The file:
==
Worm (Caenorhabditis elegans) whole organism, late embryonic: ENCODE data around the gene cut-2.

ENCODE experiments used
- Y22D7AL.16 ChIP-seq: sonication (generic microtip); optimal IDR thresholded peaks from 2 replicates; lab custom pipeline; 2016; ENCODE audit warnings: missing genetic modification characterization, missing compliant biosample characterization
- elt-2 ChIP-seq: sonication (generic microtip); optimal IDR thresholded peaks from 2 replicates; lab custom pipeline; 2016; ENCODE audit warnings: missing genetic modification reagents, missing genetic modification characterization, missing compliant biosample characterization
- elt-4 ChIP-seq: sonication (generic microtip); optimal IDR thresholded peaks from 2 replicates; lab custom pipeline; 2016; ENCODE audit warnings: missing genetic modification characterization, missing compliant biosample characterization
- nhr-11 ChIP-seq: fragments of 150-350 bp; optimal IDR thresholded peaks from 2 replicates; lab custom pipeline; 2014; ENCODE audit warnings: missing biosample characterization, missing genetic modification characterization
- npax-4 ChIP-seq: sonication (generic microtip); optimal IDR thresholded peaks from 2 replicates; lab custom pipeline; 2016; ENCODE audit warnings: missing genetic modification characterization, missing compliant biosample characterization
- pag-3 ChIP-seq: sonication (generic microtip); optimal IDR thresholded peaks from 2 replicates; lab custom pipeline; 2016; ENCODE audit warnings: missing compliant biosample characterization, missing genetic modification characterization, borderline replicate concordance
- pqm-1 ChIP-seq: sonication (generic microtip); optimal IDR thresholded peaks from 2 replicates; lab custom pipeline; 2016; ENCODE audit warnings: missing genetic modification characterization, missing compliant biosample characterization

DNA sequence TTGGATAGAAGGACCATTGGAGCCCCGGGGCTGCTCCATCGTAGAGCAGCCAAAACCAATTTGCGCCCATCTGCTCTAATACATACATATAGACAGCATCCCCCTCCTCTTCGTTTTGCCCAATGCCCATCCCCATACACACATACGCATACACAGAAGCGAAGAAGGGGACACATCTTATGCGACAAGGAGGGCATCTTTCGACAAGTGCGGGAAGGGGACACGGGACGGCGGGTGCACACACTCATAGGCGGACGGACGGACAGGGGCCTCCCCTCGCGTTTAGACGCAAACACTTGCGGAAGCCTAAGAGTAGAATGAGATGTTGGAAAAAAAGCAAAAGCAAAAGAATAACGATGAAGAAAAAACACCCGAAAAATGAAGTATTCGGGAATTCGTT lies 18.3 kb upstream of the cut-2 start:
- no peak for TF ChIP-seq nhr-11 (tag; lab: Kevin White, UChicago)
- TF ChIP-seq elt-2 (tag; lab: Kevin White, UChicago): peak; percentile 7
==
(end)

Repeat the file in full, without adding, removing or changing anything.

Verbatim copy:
Worm (Caenorhabditis elegans) whole organism, late embryonic: ENCODE data around the gene cut-2.

ENCODE experiments used
- Y22D7AL.16 ChIP-seq: sonication (generic microtip); optimal IDR thresholded peaks from 2 replicates; lab custom pipeline; 2016; ENCODE audit warnings: missing genetic modification characterization, missing compliant biosample characterization
- elt-2 ChIP-seq: sonication (generic microtip); optimal IDR thresholded peaks from 2 replicates; lab custom pipeline; 2016; ENCODE audit warnings: missing genetic modification reagents, missing genetic modification characterization, missing compliant biosample characterization
- elt-4 ChIP-seq: sonication (generic microtip); optimal IDR thresholded peaks from 2 replicates; lab custom pipeline; 2016; ENCODE audit warnings: missing genetic modification characterization, missing compliant biosample characterization
- nhr-11 ChIP-seq: fragments of 150-350 bp; optimal IDR thresholded peaks from 2 replicates; lab custom pipeline; 2014; ENCODE audit warnings: missing biosample characterization, missing genetic modification characterization
- npax-4 ChIP-seq: sonication (generic microtip); optimal IDR thresholded peaks from 2 replicates; lab custom pipeline; 2016; ENCODE audit warnings: missing genetic modification characterization, missing compliant biosample characterization
- pag-3 ChIP-seq: sonication (generic microtip); optimal IDR thresholded peaks from 2 replicates; lab custom pipeline; 2016; ENCODE audit warnings: missing compliant biosample characterization, missing genetic modification characterization, borderline replicate concordance
- pqm-1 ChIP-seq: sonication (generic microtip); optimal IDR thresholded peaks from 2 replicates; lab custom pipeline; 2016; ENCODE audit warnings: missing genetic modification characterization, missing compliant biosample characterization

DNA sequence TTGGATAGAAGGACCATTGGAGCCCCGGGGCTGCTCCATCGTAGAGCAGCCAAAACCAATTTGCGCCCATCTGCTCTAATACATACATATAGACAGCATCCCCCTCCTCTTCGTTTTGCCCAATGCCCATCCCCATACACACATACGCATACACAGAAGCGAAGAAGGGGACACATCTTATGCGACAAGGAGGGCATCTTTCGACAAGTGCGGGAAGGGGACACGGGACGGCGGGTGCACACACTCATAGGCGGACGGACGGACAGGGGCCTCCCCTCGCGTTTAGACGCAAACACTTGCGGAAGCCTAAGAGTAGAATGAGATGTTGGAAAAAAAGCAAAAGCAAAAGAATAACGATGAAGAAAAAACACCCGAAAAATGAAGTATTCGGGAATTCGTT lies 18.3 kb upstream of the cut-2 start:
- no peak for TF ChIP-seq nhr-11 (tag; lab: Kevin White, UChicago)
- TF ChIP-seq elt-2 (tag; lab: Kevin White, UChicago): peak; percentile 7